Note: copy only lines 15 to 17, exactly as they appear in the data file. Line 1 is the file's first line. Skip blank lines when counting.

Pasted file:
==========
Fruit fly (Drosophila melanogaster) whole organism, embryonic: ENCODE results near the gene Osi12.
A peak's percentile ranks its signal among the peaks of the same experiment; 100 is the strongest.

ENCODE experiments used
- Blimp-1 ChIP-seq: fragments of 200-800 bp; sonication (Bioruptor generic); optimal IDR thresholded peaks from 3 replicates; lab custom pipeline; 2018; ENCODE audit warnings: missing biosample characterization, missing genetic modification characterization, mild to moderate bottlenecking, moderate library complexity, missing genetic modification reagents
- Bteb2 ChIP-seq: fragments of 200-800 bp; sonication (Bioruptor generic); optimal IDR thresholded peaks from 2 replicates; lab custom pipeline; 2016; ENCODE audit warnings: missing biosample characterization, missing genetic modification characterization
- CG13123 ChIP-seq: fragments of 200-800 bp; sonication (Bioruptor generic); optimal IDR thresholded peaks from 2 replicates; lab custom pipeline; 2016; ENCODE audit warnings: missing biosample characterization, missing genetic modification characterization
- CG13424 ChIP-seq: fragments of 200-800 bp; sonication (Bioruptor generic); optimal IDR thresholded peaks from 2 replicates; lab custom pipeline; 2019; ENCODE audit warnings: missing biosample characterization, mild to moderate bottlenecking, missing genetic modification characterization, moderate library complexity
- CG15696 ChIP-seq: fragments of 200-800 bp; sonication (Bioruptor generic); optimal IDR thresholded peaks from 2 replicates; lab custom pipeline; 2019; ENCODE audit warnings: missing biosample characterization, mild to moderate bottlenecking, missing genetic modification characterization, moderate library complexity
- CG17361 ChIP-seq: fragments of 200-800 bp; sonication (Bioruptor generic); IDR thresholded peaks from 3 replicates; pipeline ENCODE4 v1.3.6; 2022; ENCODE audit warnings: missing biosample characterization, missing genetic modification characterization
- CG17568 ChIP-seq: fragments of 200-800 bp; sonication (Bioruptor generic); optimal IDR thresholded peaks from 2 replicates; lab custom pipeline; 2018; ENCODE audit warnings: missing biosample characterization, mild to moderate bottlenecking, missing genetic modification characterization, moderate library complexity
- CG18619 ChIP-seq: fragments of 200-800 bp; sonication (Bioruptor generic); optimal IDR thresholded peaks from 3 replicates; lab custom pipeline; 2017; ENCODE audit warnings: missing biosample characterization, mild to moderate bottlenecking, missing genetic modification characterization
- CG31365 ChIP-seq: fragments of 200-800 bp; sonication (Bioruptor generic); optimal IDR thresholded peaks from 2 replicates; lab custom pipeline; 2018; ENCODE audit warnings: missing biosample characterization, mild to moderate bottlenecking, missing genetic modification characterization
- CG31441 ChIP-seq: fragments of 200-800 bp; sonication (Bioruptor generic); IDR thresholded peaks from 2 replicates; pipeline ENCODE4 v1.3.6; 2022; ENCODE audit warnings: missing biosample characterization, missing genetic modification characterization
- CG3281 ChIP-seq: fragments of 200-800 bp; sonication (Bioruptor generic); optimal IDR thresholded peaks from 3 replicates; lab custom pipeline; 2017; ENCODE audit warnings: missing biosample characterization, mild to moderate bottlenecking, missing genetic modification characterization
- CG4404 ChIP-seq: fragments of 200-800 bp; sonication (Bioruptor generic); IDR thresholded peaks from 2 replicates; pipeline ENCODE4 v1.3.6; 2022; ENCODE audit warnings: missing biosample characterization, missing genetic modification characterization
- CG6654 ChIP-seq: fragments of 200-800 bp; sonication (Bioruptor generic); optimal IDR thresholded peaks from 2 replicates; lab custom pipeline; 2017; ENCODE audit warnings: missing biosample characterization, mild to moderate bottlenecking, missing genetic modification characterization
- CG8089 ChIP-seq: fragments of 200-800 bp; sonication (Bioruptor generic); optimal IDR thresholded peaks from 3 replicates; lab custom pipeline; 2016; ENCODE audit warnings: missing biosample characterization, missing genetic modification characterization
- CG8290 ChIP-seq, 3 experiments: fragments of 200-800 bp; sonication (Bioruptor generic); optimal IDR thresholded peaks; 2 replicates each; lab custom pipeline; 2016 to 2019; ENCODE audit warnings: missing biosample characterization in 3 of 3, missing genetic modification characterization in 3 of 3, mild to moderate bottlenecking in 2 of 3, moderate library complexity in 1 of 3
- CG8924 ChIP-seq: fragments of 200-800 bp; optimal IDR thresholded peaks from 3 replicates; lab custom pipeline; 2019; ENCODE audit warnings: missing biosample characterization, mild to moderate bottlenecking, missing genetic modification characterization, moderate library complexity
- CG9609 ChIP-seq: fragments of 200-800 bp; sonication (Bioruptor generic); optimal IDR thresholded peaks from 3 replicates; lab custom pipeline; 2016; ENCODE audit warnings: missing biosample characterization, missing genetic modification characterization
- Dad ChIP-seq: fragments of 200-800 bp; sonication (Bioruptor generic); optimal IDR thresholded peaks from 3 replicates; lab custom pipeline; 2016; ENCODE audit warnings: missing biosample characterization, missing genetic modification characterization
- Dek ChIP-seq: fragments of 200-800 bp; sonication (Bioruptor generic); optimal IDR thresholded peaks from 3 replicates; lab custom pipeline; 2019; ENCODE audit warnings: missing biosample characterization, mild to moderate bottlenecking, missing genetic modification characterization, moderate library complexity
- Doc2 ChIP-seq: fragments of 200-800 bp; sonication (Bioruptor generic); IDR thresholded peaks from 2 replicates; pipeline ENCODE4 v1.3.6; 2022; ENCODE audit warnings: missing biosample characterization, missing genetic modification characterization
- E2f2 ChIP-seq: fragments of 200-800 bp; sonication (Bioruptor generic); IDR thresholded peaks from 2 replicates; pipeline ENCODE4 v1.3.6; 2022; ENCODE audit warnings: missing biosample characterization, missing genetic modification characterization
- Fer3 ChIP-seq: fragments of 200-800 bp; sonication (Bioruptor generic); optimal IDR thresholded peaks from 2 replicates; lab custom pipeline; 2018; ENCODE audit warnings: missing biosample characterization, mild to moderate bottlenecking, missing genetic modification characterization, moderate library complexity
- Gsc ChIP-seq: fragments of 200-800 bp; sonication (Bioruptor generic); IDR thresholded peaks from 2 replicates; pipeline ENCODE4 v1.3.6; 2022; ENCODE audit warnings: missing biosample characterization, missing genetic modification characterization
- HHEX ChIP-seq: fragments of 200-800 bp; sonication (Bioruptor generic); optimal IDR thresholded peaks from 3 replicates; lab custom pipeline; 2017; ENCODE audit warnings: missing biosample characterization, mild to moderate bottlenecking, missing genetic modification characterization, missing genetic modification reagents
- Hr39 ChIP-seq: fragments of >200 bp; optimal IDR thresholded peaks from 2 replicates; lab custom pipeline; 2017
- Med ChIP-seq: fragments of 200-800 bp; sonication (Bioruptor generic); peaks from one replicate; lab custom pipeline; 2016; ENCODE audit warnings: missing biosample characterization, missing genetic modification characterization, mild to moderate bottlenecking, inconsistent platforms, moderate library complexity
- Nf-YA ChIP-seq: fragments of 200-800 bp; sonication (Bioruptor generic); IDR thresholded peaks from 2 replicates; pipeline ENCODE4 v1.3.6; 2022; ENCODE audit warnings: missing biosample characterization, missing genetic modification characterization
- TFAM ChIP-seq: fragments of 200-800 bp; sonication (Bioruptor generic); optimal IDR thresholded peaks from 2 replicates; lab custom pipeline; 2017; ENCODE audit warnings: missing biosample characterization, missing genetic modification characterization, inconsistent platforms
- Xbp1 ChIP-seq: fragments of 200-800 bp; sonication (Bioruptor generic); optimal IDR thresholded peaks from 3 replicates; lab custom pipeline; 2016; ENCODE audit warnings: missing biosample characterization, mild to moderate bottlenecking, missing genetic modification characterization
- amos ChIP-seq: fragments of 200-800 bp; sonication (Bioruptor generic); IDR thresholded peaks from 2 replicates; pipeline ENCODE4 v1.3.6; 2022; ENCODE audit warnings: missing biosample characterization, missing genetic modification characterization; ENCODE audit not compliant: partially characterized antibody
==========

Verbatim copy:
- CG4404 ChIP-seq: fragments of 200-800 bp; sonication (Bioruptor generic); IDR thresholded peaks from 2 replicates; pipeline ENCODE4 v1.3.6; 2022; ENCODE audit warnings: missing biosample characterization, missing genetic modification characterization
- CG6654 ChIP-seq: fragments of 200-800 bp; sonication (Bioruptor generic); optimal IDR thresholded peaks from 2 replicates; lab custom pipeline; 2017; ENCODE audit warnings: missing biosample characterization, mild to moderate bottlenecking, missing genetic modification characterization
- CG8089 ChIP-seq: fragments of 200-800 bp; sonication (Bioruptor generic); optimal IDR thresholded peaks from 3 replicates; lab custom pipeline; 2016; ENCODE audit warnings: missing biosample characterization, missing genetic modification characterization